Traditional Kitchen DesignsMarch 31, 2015
The primary function of a kitchen is as a place to prepare, cook and enjoy food. While this is a given, it should also be a space where visitors are welcomed into your home to enjoy the comfort of conversation and delicious dishes. The kitchen is an exceptionally flexible and versatile space, where furniture designed for other rooms can be integrated into the space seamlessly. For example, an antique bookcase cabinet can be utilised to display fragile tableware.
Whatever your personal taste, the kitchen provides plenty of scope for design individuality and freedom. Whether you are opting for a rustic country house look, or a pure white traditional kitchen, the addition of handmade objects, your favourite cookbooks and antiques passed through the family gives the room a homely, nostalgic feel.
You can easily inject character and personality into your kitchen by using:
- an ornate vase, flower pot or even tiered cake stand to display your herbs
- a handmade wicker basket to keep your fruit on your kitchen table/island unit
- ceramic jugs to store your utensils
As leading kitchen design specialists, our experts here at Ebberns have put together a guide which offers handy tips for those looking to transform their kitchen using a traditional design. This will discuss the main considerations to take into account before undertaking any physical renovation work…
Prior to making any decisions about the materials, fixtures and fittings you want to use, you must take some time to carefully consider how you will utilise the overall space so its traditional character is preserved. Your budget and the shape of the room will determine how you can transform this space so it delivers on both practicality and style. Remember to bear in mind the other functions of the space, including:
- Inviting to family and friends
Most kitchens use a classic ‘wrap around’ design which uses a combination of fitted and freestanding to outline the perimeter of the room. This can be either an ‘L’ or ‘U’ shape with a table or island unit taking pride of place at the centre of the room.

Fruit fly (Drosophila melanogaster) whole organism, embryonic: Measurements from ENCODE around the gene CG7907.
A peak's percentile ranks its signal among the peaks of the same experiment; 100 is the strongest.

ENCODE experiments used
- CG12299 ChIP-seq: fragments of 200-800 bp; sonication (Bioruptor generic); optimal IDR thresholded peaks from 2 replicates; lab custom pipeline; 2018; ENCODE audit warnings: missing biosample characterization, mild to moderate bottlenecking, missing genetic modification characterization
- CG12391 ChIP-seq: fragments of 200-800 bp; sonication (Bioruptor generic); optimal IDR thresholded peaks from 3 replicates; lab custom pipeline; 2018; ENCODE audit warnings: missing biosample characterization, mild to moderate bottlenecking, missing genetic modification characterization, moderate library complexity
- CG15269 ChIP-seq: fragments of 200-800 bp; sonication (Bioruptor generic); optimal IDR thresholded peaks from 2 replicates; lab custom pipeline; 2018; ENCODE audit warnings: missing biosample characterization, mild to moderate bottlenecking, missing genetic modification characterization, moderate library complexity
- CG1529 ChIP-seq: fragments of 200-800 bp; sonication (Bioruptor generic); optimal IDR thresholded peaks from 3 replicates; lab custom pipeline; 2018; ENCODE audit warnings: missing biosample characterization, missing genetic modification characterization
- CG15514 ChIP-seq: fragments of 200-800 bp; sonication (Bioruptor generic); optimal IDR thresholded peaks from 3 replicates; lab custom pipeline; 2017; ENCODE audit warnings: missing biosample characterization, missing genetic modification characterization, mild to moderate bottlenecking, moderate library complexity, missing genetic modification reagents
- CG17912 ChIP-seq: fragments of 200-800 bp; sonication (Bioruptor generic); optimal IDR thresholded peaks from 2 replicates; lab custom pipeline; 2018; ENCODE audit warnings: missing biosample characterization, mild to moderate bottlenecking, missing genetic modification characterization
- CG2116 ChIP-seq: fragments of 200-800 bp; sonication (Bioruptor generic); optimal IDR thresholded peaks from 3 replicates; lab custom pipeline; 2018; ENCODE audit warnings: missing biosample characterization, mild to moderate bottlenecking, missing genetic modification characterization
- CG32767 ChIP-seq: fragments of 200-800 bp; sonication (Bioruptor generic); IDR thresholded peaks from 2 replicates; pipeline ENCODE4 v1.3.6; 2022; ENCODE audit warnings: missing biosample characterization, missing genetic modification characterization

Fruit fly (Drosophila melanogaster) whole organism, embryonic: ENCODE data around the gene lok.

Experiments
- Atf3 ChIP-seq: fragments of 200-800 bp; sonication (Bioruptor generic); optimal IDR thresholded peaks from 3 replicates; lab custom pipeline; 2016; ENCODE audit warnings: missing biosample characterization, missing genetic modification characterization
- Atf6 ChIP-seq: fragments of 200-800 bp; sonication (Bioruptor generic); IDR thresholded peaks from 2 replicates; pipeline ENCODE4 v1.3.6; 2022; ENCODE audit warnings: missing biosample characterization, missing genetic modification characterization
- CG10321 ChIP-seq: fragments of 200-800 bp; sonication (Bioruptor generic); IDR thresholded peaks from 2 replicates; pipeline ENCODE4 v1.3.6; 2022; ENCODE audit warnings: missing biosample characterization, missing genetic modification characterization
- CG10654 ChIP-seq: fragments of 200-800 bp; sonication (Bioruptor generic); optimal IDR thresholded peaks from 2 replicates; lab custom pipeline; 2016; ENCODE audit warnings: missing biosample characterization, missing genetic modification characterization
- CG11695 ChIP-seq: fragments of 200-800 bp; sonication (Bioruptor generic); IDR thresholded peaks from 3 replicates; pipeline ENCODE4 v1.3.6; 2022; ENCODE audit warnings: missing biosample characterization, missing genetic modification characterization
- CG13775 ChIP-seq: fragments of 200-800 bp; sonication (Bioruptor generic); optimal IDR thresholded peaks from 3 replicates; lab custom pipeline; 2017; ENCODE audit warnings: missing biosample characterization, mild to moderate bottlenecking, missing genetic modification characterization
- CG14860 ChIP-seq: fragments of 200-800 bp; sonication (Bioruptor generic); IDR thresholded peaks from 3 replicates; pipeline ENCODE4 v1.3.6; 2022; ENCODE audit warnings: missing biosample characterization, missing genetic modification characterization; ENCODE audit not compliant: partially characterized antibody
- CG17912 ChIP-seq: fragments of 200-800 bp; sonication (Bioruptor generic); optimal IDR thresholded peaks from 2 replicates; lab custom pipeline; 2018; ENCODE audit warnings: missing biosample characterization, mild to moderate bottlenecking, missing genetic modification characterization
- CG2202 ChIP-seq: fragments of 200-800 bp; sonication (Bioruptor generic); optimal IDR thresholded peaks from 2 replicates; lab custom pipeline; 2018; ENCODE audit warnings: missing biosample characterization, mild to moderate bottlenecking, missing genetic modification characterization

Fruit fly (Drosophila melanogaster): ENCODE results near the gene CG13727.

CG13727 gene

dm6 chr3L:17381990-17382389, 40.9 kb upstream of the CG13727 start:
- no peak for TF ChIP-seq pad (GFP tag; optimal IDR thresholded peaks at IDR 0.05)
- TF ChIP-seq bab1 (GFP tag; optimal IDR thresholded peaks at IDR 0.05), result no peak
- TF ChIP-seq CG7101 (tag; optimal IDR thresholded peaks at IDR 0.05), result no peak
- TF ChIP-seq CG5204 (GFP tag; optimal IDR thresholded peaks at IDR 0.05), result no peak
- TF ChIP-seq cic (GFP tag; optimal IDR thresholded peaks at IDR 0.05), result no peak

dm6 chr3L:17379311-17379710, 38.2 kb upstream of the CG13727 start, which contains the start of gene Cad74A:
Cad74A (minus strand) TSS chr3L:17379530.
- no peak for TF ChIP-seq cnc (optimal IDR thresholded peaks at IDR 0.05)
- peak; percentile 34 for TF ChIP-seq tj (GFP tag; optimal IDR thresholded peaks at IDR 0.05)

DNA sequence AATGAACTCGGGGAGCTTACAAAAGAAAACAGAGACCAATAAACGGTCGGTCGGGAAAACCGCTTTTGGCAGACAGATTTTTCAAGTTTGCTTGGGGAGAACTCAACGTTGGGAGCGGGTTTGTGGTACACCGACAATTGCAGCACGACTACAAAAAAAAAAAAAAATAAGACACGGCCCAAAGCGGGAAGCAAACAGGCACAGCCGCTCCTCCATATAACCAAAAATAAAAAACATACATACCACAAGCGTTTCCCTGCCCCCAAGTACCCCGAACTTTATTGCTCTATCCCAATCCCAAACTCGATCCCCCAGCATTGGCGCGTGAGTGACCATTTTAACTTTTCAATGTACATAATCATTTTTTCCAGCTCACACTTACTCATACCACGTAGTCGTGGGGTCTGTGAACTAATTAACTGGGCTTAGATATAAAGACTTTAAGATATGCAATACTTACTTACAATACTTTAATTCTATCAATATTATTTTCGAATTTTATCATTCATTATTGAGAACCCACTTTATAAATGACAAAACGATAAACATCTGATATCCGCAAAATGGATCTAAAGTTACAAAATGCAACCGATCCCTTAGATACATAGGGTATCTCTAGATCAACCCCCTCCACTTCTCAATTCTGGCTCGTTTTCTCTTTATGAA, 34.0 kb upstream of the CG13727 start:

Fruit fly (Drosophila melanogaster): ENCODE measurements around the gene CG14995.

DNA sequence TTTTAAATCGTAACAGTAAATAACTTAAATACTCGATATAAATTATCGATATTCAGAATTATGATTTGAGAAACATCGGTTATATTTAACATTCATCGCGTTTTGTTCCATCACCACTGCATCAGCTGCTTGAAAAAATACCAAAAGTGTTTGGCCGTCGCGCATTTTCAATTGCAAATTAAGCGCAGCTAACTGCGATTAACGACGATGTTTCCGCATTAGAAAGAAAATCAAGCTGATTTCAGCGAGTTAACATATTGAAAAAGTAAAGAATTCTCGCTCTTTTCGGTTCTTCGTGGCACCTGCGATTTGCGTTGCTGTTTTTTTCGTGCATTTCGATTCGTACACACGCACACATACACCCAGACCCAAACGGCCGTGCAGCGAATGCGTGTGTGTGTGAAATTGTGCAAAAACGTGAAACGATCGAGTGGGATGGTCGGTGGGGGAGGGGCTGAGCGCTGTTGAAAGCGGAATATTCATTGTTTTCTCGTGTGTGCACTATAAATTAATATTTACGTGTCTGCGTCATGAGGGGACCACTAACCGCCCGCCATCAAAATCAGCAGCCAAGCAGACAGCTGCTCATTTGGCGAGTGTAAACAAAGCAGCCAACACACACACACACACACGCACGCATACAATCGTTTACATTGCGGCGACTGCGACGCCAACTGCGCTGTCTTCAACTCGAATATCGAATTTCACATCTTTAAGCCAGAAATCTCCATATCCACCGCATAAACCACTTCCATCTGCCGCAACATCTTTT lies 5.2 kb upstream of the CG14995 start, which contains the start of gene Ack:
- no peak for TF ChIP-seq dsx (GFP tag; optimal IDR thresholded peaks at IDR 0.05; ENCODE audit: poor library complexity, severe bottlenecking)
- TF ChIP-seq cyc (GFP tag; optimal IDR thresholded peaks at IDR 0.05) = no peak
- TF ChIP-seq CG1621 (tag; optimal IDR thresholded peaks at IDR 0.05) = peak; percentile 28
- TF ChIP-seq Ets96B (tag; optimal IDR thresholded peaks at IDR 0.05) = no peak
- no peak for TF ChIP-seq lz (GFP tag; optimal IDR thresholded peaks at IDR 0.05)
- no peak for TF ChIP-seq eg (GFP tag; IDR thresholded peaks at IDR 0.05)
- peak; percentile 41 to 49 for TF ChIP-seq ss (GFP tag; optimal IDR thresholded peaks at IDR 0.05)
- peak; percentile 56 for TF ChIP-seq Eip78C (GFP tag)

For those with limited or narrow kitchen space available, empty wall space above the sink and between cabinets makes for perfect storage opportunities. To make full use of this space you could use shelving, rails or even door hooks to store belongings in a safe, convenient manner.
Finally, the idea of the ‘working triangle’ is particularly useful when planning the layout of your kitchen to increase efficiency. This principle minimises the distance between areas where food is stored, prepared and cooked so you can easily manoeuvre between all three. Therefore, installing your fridge, worktops and oven within easy reach of each other will save you time and stress when creating your favourite dishes.
From smooth marble worktops, polished stone floors and rustic timber cabinets, natural elements can transform a kitchen into a traditional space. To add subtle accents to the room, try incorporating other materials such as:
As the largest surface in the kitchen, the flooring must be the basis of the design, making sure everything inside the room complements the floor seamlessly. If you like the look of stone or ceramic tiling for your kitchen floor but want to avoid tip-toeing across a cold surface, you should consider installing underfloor heating. That way, you won’t have to compromise style for practicality as not only will you have a stylish floor which suits your taste, your feet will remain nice and warm during those chilly winter mornings.
If your budget won’t cover the luxury of having solid stone, modern laminate offers a convincing imitation for a far more affordable price.
In a traditional kitchen, items such as appliances, cookbooks and food are put on display to decorate the room. Therefore, a subtle, neutral colour scheme will provide a suitable backdrop, while giving the illusion of a bigger room. Creating a warm, comforting space will welcome guests into your home, so when painting cupboard units consider using pale cream shades rather than bright clinical white.
Grey hues with a hint of blue or green creates a sophisticated, sleek look, while keeping to an authentic traditional scheme. Remember to choose tiles or a splashback in a similar colour for a complementary finish.Design, Kitchens. Bookmark the permalink. ← Designing a Home Office Renewable Energy in the UK →
Comments are closed.